Saul Bernstein, MD
The pathogenesis of one of the classic orthopaedic malformations, the club foot, remains today unclear and the center of much controversy. Likewise, the treatment of this not uncommon condition (1 in 1,000 births in the U.S.) also remains subject to varying opinion and considerable controversy. Most pediatric orthopaedists do agree that the congenital club foot should be conservatively, nonoperatively treated. For many, this applies to even the severest presentations of this condition. Unfortunately, residual malformation remains evident in the majority of children treated conservatively in the first years of life. Failure rates reported in the literature over the past several decades vary considerably from 50% to as high as 90%.
The best time to perform a reconstructive operative procedure for club foot also remains controversial; however, most pediatric orthopaedists agree that surgical intervention should be delayed until the infant is 4 to 6 months of age. Debate continues as to what is the best surgical approach for such reconstruction. Today, there are approximately three primary surgical approaches for club foot; posterior release, posteromedial release, and circumferential. There are procedures which involve soft tissue release, lengthening and/or tendon transfers (of soft-tissue structures to remove a deforming force or to correct a muscular imbalance of the foot and/or ankle).
Pediatric orthopaedic specialist Dr. Saul Bernstein, of the Southern California Orthopedic Institute, routinely employs a unique, posteromedial and lateral approach for the reconstruction of club foot abnormalities. According to Dr. Bernstein, this approach provides optimal access to the medial back and lateral aspects of the foot to fixate the bones and secure the ligaments in the exact position required to completely correct any degree of deformity present. "The problem or limitation of other surgical approaches for club foot is that all you're doing is lengthening tendons, but you're not changing any of the excursion of the foot, so the tendons and the muscles will still remain weak, and this accounts partly for the atrophy that these children experience after serial casting." In addition, this type of approach minimizes the most serious of intraoperative concerns — overcorrection — which accounts for a significant percentage with other reported approaches.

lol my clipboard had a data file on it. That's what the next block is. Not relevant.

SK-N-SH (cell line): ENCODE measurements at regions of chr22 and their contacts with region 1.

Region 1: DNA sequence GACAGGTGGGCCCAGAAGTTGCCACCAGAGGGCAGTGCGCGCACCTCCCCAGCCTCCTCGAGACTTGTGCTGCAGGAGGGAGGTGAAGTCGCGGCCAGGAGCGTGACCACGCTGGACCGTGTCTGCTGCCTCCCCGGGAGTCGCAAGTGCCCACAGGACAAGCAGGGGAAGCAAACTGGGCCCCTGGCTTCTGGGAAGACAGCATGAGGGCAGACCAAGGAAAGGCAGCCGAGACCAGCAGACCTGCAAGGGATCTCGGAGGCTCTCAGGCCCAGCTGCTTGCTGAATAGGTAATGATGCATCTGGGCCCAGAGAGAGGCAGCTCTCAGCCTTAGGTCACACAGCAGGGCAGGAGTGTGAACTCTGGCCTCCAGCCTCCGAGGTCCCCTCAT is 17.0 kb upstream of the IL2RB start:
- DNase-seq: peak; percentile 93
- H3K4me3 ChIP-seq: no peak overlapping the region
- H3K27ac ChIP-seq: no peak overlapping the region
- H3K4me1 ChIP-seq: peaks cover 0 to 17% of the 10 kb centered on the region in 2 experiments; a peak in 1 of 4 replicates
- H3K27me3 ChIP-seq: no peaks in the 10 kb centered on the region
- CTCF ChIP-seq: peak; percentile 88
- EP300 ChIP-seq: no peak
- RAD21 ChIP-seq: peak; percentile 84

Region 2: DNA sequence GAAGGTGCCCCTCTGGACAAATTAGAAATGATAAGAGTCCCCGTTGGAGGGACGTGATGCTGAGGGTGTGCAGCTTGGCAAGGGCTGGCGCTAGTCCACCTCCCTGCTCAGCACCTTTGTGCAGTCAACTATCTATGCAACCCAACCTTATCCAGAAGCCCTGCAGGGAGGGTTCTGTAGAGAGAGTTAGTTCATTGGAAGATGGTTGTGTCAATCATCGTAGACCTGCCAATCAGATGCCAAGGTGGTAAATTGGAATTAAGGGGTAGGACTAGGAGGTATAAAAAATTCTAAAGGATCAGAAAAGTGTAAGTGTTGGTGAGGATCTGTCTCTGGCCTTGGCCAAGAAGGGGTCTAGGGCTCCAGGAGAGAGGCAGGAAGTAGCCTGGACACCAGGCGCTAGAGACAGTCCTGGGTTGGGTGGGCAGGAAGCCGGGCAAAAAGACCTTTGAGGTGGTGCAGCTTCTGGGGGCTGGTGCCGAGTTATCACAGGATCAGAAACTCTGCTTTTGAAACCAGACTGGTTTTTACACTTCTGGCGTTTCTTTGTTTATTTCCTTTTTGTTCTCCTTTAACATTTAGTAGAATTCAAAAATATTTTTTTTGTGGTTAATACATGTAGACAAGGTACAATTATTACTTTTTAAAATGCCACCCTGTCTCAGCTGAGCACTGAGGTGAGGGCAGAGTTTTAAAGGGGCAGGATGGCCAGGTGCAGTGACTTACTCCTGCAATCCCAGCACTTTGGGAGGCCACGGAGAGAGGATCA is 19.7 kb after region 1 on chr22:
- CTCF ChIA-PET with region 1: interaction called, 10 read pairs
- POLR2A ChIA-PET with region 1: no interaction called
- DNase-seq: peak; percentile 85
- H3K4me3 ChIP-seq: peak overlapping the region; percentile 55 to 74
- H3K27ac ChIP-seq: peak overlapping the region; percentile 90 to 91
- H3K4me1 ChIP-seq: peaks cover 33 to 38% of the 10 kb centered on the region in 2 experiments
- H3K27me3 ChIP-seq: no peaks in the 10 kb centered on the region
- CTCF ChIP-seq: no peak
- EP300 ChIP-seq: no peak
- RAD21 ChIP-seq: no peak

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- Turco VJ Resistant congenital club foot: One-stage posteromedial release with internal fixation. A follow-up report of fifteen-year experience J Bone Joint Surg 46-B(3):1964;445-463
- Yngve DA, Gross RF, Sullivan JA Clubfoot release without wide subtalar release J Ped Orthop 10(4):473-476
- Total Run Time: 30:03 minutes
- Catalog Number: 1011
- VJO Publication Date: August, 1992